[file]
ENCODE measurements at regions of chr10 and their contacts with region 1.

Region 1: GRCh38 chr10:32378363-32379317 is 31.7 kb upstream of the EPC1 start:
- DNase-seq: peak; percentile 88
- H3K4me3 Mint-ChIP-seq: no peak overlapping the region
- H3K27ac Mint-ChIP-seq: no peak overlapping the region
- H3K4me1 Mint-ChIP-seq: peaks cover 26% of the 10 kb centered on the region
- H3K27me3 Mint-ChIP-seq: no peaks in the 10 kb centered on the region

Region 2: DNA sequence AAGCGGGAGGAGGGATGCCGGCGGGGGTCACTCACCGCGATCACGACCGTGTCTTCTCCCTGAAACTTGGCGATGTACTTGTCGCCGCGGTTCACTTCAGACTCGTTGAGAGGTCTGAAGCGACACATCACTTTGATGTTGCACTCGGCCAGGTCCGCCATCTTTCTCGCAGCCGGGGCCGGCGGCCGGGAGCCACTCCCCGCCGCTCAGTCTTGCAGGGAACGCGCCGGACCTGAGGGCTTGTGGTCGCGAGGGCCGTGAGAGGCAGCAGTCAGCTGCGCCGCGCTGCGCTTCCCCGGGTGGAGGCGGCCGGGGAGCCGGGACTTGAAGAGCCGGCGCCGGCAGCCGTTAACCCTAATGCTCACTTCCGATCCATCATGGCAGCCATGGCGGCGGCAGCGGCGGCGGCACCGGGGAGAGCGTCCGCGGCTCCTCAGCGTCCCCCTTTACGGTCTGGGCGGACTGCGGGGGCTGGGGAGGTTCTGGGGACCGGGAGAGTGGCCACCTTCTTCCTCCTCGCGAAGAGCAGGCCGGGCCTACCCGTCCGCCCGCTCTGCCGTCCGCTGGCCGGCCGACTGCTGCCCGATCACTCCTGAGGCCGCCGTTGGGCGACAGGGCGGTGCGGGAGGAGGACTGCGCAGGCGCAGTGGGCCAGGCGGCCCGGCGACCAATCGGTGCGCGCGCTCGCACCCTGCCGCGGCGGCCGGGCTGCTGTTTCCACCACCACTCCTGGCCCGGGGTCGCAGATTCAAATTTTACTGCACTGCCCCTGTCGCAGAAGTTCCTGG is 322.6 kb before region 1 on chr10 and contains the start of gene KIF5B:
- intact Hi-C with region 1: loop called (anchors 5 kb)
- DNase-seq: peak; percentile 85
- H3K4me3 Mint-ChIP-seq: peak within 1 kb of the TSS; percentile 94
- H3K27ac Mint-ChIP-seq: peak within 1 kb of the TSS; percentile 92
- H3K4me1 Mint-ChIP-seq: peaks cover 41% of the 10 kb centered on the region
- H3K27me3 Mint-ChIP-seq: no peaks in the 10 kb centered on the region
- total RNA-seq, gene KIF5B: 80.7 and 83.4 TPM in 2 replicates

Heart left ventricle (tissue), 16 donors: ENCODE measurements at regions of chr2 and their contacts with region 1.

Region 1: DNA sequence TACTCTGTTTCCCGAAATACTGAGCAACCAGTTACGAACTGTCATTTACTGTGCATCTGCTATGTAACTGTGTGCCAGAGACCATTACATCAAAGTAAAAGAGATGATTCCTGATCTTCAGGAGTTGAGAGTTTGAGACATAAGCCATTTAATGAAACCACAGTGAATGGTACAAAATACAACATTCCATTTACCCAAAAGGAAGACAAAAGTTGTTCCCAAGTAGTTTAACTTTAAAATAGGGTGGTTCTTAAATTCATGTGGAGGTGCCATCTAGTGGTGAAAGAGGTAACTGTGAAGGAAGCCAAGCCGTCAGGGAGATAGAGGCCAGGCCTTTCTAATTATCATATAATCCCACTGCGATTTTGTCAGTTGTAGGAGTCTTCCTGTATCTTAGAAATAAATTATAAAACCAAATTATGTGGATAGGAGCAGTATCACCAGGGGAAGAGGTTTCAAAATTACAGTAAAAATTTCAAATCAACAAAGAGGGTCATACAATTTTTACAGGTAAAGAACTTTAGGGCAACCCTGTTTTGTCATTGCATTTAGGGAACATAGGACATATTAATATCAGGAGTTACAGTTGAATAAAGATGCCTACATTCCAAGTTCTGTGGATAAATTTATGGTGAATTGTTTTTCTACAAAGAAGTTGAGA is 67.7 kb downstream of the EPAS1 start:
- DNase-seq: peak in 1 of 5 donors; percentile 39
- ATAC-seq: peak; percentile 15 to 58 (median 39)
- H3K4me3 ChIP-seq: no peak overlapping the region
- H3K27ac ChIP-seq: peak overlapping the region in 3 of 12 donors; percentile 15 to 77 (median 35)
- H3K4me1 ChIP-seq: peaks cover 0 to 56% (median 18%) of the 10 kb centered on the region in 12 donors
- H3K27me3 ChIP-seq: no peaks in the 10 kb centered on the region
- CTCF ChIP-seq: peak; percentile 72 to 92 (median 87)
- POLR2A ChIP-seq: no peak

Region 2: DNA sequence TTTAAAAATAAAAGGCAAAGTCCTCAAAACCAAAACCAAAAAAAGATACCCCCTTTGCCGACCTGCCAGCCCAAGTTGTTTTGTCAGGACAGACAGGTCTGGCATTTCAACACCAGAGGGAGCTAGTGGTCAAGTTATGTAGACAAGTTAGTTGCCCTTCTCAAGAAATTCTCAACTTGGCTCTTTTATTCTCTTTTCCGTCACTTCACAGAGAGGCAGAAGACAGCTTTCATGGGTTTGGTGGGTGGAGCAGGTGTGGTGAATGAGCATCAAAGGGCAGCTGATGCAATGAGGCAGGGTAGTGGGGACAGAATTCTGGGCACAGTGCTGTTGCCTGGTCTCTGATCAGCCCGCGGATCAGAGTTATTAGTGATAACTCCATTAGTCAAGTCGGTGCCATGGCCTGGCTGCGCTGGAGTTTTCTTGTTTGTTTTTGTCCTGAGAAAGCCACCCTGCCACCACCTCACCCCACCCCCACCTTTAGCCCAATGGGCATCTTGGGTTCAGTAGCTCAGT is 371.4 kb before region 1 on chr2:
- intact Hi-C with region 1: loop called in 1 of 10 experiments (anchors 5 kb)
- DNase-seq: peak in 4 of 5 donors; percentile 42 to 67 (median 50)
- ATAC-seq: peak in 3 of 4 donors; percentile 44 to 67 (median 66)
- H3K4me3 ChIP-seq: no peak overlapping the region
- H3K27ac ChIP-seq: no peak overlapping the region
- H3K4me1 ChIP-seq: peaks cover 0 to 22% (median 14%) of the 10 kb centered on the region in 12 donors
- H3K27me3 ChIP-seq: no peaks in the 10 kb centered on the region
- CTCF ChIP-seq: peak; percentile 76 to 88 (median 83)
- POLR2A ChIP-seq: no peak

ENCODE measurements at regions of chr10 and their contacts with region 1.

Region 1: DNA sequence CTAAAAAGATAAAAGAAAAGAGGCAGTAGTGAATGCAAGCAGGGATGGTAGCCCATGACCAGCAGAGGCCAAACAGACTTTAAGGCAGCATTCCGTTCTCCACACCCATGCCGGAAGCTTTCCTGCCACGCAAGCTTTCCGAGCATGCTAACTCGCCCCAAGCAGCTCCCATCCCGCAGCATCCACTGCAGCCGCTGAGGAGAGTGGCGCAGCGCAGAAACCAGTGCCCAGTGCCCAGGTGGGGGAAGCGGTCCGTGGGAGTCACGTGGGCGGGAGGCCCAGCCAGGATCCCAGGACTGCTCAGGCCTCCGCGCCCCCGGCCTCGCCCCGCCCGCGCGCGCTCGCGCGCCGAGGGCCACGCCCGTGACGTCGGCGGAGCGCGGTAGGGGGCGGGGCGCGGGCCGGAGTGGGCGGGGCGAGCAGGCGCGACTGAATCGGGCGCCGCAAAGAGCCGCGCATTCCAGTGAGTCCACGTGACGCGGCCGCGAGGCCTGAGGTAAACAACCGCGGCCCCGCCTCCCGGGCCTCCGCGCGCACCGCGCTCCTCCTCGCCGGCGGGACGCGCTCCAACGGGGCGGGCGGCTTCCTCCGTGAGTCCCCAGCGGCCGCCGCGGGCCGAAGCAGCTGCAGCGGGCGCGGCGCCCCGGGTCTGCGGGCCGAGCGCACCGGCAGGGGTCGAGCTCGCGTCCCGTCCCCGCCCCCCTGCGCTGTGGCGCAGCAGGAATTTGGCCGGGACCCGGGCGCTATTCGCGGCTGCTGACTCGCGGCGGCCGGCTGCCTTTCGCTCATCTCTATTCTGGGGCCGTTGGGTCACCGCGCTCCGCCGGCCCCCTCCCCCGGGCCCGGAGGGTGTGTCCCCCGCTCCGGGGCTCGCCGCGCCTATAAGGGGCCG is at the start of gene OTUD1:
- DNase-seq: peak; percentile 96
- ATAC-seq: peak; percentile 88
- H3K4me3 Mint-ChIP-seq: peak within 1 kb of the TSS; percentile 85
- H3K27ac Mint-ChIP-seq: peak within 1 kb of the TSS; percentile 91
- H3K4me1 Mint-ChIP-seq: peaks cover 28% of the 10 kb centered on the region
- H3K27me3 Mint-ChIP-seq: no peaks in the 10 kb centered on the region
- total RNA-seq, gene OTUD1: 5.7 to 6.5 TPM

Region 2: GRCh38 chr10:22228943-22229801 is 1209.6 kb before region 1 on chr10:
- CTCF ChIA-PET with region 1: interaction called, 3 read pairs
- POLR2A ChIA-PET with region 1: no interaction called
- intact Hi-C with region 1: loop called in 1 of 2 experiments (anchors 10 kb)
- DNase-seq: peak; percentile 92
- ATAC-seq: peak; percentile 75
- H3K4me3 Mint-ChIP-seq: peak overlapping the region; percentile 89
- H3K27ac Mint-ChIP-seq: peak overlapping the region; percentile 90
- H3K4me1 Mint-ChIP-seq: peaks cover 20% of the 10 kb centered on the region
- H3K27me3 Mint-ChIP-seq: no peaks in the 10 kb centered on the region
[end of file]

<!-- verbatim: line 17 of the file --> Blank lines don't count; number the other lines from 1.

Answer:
Region 1: DNA sequence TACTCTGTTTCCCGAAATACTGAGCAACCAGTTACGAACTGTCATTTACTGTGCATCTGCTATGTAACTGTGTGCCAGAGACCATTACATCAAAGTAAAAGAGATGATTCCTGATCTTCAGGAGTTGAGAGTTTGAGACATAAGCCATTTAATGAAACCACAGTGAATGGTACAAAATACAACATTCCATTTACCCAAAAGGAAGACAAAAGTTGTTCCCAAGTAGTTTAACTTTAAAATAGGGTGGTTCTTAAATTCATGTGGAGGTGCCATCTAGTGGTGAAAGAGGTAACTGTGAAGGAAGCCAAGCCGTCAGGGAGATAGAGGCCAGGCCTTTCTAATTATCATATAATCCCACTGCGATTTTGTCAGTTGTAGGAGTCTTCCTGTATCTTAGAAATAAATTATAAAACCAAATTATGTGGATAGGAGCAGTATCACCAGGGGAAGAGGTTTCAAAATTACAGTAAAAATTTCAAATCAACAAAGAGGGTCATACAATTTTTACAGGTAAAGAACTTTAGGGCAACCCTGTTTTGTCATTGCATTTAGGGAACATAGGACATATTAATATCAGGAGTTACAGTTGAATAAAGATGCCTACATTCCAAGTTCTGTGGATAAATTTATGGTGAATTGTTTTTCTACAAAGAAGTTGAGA is 67.7 kb downstream of the EPAS1 start: